Geohealth News

As Climate Changes, So Does the Apple as Rising Temperatures Push Growers Higher Into Himalayas

Climatic factors have wreaked havoc on India’s apple crops by disrupting natural flowering seasons and pollination systems. The shape, size, and quality of Himalayan apples have changed.

By Rakhi Bose

Covering Climate Now logoClimate change is to apples, what apples are to doctors. And, for India – where the northern Himalayan states of Jammu and Kashmir and Himachal Pradesh account for three-fourths of the fruit’s total cultivation – the stakes couldn’t be higher.

Consider this: India is the fourth-highest producer of apples globally. In 2016-17, 21,085 metric tonnes of the fruit worth Rs 57.76 crore were exported as per the National Horticultural Board (NHB). But things aren’t all well.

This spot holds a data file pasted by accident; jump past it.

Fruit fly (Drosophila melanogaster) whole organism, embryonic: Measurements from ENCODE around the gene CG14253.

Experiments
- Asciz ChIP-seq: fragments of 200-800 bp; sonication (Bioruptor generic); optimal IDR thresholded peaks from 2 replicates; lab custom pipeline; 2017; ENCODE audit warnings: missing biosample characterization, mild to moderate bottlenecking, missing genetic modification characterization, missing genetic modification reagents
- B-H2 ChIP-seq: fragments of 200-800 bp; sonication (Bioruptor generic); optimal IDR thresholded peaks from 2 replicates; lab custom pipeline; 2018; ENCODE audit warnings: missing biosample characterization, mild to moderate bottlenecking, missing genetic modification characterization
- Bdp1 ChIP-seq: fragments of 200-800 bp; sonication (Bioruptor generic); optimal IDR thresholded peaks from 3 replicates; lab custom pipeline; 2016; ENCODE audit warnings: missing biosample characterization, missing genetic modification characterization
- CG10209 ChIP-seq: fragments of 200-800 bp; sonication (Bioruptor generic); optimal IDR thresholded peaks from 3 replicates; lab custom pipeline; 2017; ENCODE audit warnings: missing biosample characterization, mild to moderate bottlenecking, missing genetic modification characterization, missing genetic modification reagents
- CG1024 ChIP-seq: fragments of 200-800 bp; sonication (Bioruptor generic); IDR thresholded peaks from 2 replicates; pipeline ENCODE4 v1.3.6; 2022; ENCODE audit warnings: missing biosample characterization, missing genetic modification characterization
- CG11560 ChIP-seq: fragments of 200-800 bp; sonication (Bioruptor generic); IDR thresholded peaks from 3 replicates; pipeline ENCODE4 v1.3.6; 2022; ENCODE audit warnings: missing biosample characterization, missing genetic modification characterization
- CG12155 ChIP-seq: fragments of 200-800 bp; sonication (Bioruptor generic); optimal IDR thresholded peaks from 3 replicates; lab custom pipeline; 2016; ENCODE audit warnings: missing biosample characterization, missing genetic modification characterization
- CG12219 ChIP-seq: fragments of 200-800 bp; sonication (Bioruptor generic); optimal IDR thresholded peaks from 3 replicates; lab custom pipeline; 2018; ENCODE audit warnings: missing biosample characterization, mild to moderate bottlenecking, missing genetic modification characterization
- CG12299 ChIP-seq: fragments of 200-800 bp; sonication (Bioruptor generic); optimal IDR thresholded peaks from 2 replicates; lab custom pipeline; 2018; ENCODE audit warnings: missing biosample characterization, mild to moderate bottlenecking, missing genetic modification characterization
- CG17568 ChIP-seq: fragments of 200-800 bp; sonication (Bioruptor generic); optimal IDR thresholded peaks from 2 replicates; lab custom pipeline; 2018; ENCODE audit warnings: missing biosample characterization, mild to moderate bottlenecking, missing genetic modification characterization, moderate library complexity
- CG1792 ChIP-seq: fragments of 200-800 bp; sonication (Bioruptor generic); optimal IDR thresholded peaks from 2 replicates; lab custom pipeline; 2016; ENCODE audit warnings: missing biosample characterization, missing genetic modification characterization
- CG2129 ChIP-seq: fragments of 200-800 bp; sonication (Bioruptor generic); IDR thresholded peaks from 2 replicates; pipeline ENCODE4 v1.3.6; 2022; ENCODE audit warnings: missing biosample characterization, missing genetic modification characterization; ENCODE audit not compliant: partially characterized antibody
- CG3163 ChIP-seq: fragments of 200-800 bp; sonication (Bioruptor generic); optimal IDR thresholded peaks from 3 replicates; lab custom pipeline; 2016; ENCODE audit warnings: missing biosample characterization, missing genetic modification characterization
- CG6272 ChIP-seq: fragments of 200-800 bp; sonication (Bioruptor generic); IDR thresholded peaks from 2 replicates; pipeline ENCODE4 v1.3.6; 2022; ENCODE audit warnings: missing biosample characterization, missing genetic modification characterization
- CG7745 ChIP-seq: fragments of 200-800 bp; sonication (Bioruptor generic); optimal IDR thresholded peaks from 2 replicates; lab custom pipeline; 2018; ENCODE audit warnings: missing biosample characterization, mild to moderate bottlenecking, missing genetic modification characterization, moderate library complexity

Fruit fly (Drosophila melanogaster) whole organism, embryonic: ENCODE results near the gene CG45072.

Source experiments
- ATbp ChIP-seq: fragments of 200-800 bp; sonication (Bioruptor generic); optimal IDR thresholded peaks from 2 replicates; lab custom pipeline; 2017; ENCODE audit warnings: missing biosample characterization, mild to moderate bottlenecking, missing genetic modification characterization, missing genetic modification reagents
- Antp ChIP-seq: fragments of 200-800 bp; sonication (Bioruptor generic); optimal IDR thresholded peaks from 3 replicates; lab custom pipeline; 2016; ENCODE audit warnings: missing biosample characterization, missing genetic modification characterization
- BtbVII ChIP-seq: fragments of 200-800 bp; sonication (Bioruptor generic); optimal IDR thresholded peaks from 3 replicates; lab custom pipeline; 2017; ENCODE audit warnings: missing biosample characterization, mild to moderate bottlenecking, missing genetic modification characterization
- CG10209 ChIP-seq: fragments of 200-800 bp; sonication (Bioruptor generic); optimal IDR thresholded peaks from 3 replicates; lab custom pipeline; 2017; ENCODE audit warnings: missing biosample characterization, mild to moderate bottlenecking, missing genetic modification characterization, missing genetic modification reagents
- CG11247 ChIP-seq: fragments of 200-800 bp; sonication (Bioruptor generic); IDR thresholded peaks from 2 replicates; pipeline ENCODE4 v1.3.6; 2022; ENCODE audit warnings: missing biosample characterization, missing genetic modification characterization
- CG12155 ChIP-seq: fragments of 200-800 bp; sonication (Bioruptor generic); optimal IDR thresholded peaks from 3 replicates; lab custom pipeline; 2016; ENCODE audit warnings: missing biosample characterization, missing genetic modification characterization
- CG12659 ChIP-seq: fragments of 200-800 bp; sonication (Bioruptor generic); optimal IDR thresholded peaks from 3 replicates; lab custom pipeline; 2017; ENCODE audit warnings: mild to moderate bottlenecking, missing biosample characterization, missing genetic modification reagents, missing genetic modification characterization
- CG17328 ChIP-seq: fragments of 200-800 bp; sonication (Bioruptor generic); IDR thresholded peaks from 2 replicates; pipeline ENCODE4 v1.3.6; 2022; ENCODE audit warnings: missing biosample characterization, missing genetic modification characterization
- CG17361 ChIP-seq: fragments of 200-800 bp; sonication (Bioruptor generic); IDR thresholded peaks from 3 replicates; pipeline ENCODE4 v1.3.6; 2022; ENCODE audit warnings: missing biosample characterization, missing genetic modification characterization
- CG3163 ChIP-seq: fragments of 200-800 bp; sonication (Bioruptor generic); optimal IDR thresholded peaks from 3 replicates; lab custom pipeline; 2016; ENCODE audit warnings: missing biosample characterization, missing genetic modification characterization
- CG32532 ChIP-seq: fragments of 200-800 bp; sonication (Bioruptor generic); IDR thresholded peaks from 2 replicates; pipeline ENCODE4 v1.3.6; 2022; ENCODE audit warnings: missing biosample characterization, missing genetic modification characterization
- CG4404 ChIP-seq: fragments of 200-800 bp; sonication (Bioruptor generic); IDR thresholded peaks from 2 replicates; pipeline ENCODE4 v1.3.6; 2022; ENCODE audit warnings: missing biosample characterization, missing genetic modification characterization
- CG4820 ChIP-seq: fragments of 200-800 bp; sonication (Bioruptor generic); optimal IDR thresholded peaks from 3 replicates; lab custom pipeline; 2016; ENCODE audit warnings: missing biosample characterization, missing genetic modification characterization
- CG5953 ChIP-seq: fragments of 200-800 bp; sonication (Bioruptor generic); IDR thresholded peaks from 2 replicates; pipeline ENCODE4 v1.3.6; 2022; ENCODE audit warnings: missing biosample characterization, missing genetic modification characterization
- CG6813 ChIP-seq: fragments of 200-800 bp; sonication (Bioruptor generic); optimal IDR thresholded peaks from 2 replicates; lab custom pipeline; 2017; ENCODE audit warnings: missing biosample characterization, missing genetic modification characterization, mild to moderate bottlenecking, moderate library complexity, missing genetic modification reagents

Take for instance, the case of Himachal Pradesh. Apple production in the state increased from 12,000 tonnes in 1960-61 to 394,000 tonnes in 1998-99.

But since then, there has been a steady decline in productivity, from an average yield of 10.84 tonnes per hectare in 1981-82, to just 0.88 tonnes per hectare by 1999-2000, as per the National Horticulture Board (NHB).

A renewed emphasis from the government with different measures like orchard rejuvenation saw an increase of productivity to 6.9 tonnes per hectare by 2013-14, but by 2016-17 this again fell to 4.4 tonnes per hectare.